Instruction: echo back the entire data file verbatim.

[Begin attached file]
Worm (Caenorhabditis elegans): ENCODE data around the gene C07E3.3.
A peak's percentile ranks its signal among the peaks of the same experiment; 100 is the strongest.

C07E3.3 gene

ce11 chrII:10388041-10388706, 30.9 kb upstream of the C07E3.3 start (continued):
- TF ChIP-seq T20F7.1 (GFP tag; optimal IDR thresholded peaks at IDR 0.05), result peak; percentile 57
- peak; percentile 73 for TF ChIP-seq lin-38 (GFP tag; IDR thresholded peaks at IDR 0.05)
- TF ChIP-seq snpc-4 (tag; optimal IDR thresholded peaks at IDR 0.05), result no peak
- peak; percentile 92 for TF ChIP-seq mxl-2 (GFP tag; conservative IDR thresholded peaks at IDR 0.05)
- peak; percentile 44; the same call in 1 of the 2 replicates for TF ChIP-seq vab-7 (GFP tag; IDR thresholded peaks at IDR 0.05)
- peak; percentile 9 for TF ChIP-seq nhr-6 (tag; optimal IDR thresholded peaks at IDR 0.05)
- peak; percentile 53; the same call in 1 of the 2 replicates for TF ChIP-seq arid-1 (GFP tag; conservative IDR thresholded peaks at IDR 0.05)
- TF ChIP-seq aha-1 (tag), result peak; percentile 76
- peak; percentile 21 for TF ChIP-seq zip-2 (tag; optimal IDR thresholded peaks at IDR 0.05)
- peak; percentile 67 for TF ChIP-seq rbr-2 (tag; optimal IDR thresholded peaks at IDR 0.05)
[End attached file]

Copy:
Worm (Caenorhabditis elegans): ENCODE data around the gene C07E3.3.
A peak's percentile ranks its signal among the peaks of the same experiment; 100 is the strongest.

C07E3.3 gene

ce11 chrII:10388041-10388706, 30.9 kb upstream of the C07E3.3 start (continued):
- TF ChIP-seq T20F7.1 (GFP tag; optimal IDR thresholded peaks at IDR 0.05), result peak; percentile 57
- peak; percentile 73 for TF ChIP-seq lin-38 (GFP tag; IDR thresholded peaks at IDR 0.05)
- TF ChIP-seq snpc-4 (tag; optimal IDR thresholded peaks at IDR 0.05), result no peak
- peak; percentile 92 for TF ChIP-seq mxl-2 (GFP tag; conservative IDR thresholded peaks at IDR 0.05)
- peak; percentile 44; the same call in 1 of the 2 replicates for TF ChIP-seq vab-7 (GFP tag; IDR thresholded peaks at IDR 0.05)
- peak; percentile 9 for TF ChIP-seq nhr-6 (tag; optimal IDR thresholded peaks at IDR 0.05)
- peak; percentile 53; the same call in 1 of the 2 replicates for TF ChIP-seq arid-1 (GFP tag; conservative IDR thresholded peaks at IDR 0.05)
- TF ChIP-seq aha-1 (tag), result peak; percentile 76
- peak; percentile 21 for TF ChIP-seq zip-2 (tag; optimal IDR thresholded peaks at IDR 0.05)
- peak; percentile 67 for TF ChIP-seq rbr-2 (tag; optimal IDR thresholded peaks at IDR 0.05)